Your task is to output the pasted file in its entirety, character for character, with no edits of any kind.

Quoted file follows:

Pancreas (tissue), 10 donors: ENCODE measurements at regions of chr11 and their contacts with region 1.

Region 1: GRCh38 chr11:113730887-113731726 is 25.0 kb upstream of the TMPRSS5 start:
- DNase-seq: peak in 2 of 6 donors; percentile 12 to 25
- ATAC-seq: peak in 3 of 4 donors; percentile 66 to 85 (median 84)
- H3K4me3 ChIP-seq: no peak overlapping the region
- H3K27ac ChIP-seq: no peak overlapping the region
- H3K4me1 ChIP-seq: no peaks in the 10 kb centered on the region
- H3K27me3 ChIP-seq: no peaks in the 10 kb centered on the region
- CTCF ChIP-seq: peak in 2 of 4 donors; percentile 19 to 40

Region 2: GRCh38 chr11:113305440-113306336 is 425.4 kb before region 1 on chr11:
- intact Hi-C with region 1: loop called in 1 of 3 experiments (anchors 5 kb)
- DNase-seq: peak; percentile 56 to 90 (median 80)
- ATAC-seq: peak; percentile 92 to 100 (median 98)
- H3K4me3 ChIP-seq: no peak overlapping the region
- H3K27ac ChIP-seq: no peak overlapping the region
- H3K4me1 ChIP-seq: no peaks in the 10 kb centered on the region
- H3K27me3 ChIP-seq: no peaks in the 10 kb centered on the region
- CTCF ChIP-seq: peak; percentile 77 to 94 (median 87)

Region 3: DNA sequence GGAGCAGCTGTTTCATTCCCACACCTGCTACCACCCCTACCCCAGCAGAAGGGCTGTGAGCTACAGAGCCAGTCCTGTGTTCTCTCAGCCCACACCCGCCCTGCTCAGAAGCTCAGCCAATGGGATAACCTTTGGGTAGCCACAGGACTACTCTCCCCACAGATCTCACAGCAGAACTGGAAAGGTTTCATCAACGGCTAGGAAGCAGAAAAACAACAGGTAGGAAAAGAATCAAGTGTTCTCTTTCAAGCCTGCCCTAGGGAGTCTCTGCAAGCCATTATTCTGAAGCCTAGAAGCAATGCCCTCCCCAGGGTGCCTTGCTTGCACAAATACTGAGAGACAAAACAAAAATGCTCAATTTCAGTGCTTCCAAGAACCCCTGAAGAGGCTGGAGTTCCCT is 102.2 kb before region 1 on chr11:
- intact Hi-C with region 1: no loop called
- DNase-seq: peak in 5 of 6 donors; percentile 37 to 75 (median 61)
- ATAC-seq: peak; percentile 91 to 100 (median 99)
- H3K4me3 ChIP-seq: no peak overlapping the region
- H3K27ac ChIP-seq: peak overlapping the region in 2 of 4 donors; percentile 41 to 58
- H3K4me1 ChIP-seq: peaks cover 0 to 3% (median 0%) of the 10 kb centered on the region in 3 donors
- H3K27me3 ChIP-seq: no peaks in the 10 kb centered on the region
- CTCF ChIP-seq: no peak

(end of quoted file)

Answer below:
Pancreas (tissue), 10 donors: ENCODE measurements at regions of chr11 and their contacts with region 1.

Region 1: GRCh38 chr11:113730887-113731726 is 25.0 kb upstream of the TMPRSS5 start:
- DNase-seq: peak in 2 of 6 donors; percentile 12 to 25
- ATAC-seq: peak in 3 of 4 donors; percentile 66 to 85 (median 84)
- H3K4me3 ChIP-seq: no peak overlapping the region
- H3K27ac ChIP-seq: no peak overlapping the region
- H3K4me1 ChIP-seq: no peaks in the 10 kb centered on the region
- H3K27me3 ChIP-seq: no peaks in the 10 kb centered on the region
- CTCF ChIP-seq: peak in 2 of 4 donors; percentile 19 to 40

Region 2: GRCh38 chr11:113305440-113306336 is 425.4 kb before region 1 on chr11:
- intact Hi-C with region 1: loop called in 1 of 3 experiments (anchors 5 kb)
- DNase-seq: peak; percentile 56 to 90 (median 80)
- ATAC-seq: peak; percentile 92 to 100 (median 98)
- H3K4me3 ChIP-seq: no peak overlapping the region
- H3K27ac ChIP-seq: no peak overlapping the region
- H3K4me1 ChIP-seq: no peaks in the 10 kb centered on the region
- H3K27me3 ChIP-seq: no peaks in the 10 kb centered on the region
- CTCF ChIP-seq: peak; percentile 77 to 94 (median 87)

Region 3: DNA sequence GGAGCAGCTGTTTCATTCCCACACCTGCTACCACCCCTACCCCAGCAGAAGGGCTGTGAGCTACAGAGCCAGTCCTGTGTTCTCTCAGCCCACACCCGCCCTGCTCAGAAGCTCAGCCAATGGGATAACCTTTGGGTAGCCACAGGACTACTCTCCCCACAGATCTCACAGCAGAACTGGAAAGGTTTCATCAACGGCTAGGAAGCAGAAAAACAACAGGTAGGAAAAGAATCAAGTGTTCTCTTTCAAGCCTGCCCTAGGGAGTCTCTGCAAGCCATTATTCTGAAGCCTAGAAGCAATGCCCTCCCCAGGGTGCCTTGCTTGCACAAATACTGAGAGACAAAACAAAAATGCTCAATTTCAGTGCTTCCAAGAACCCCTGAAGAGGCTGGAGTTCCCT is 102.2 kb before region 1 on chr11:
- intact Hi-C with region 1: no loop called
- DNase-seq: peak in 5 of 6 donors; percentile 37 to 75 (median 61)
- ATAC-seq: peak; percentile 91 to 100 (median 99)
- H3K4me3 ChIP-seq: no peak overlapping the region
- H3K27ac ChIP-seq: peak overlapping the region in 2 of 4 donors; percentile 41 to 58
- H3K4me1 ChIP-seq: peaks cover 0 to 3% (median 0%) of the 10 kb centered on the region in 3 donors
- H3K27me3 ChIP-seq: no peaks in the 10 kb centered on the region
- CTCF ChIP-seq: no peak